Networks less secure each year as ineffective, misspent investment provides a semblance of safety.
Perimeter security in IT is no longer viable yet companies continue to overinvest in ineffective attempts to keep criminals at bay.
Eddie Schwartz, vice president of global security at telecoms firm Verizon criticised firms for spending most of their security budgets on ineffective perimeter defences.
"We’ve created what looks like the semblance of security and the bad guys pretty much drive around the perimeter and do whatever they want," he said. "We’ve invested so much money in checklists, perimeter security and securing things that are not that important, that there’s not much money left for anything else."
The 10th Data Breach Investigations Report (DBIR) published last month discovered that attackers are becoming more effective at a faster rate than defenders, meaning in the long-term networks are becoming less secure.
Schwartz added that collaboration was more widespread on the criminals’ side, with breached companies often seeking to hide their vulnerabilities from the public and their competitors.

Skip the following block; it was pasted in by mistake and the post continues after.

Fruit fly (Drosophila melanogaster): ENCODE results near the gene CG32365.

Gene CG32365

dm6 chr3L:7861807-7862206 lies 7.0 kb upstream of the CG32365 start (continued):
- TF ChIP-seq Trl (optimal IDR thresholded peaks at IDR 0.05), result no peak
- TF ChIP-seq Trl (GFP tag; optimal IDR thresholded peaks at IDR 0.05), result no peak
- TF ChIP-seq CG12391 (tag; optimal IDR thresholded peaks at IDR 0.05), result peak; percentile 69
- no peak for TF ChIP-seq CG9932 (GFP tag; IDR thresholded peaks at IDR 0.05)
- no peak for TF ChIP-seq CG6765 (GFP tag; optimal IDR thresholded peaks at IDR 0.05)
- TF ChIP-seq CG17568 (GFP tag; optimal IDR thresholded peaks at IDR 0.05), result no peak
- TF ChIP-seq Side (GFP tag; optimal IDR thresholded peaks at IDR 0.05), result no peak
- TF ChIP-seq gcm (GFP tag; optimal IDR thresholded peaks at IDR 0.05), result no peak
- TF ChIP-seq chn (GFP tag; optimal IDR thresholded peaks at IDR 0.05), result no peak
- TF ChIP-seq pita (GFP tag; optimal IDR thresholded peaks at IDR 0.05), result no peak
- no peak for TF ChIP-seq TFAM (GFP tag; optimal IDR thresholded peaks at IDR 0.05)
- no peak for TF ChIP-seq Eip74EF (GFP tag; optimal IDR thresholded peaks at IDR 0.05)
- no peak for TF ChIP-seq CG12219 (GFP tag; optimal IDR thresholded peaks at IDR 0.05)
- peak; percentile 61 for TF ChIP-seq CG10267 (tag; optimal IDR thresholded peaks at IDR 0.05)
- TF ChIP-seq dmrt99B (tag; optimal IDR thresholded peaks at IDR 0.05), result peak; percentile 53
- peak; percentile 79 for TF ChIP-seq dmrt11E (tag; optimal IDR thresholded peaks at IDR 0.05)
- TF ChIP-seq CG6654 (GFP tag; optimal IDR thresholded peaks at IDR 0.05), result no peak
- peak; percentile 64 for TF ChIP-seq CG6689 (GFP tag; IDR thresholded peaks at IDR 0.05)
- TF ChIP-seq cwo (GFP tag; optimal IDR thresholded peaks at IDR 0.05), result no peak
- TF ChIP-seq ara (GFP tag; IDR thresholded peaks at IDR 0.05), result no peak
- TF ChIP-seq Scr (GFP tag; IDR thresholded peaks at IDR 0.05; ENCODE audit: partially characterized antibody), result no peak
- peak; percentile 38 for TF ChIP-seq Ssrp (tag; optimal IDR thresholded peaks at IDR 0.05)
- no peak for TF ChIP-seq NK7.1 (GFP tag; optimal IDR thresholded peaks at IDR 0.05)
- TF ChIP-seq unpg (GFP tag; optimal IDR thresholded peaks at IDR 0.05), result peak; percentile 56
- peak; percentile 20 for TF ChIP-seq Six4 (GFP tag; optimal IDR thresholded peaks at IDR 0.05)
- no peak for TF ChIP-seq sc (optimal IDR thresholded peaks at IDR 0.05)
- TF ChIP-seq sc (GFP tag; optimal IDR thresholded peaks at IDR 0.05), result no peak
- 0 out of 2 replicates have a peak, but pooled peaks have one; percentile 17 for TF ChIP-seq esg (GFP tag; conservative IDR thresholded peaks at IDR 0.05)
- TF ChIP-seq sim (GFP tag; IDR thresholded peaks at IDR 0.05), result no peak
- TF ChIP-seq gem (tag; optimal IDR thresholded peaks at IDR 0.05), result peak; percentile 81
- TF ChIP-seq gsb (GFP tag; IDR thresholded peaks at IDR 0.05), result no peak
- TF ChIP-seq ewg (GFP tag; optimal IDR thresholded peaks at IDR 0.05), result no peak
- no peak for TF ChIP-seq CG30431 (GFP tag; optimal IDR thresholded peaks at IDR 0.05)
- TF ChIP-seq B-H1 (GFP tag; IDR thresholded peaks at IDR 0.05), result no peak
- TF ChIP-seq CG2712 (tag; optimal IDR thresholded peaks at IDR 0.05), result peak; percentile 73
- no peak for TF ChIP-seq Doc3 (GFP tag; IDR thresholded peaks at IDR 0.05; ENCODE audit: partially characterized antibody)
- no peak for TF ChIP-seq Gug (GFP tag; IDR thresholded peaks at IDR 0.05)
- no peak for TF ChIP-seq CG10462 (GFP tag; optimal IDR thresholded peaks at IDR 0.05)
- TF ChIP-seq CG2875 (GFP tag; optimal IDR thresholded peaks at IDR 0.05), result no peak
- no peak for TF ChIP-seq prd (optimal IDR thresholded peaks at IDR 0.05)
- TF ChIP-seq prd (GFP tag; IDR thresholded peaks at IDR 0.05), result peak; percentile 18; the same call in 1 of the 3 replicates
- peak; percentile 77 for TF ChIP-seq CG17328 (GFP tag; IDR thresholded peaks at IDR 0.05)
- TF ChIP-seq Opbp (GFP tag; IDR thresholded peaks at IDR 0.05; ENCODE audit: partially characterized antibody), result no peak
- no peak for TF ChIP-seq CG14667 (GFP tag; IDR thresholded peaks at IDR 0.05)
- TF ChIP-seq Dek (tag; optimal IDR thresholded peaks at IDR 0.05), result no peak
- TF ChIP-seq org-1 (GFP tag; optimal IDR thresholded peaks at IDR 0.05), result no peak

His remarks come at a difficult time for IT security, with anti-virus software failing to protect consumers while organised crime from | Eastern Europe and Asia continues to outwit every sector, from retail through to telecoms and even finance.
In a demonstration of how a system could be attacked, Paul Pratley, investigations manager at Verizon, showed how allowing other vendors direct access to point-of-sales systems and back-end servers could quickly lead to customer data being compromised.
"The concept for the security industry for the longest time has been a hard shell and a gooey centre," Chris Nova, global managing principal of the RISK team at Verizon said.
"Most organisations will freely admit they don’t have the budgets to keep up with the spiralling costs of security."
In a conversation with small healthcare firms Schwartz said he had half-jokingly advised them to give up on security, noting that even multinational financial firms were struggling to keep on top of cybercrime.
"In the next 3 years there will be a tsunami of companies avoiding security altogether," he said.
The DBIR recorded a rising number of hacking and malware based attacks, with bespoke cybercrime software being sold for thousands of dollars.
For the past few years most breaches have been for financial gain, with cyber-espionage and attacks for ideology or amusement motivation for a much smaller proportion of breaches.
"This used to be a finite data set with known questions, now this is an infinite data set with unknown questions," Schwartz said.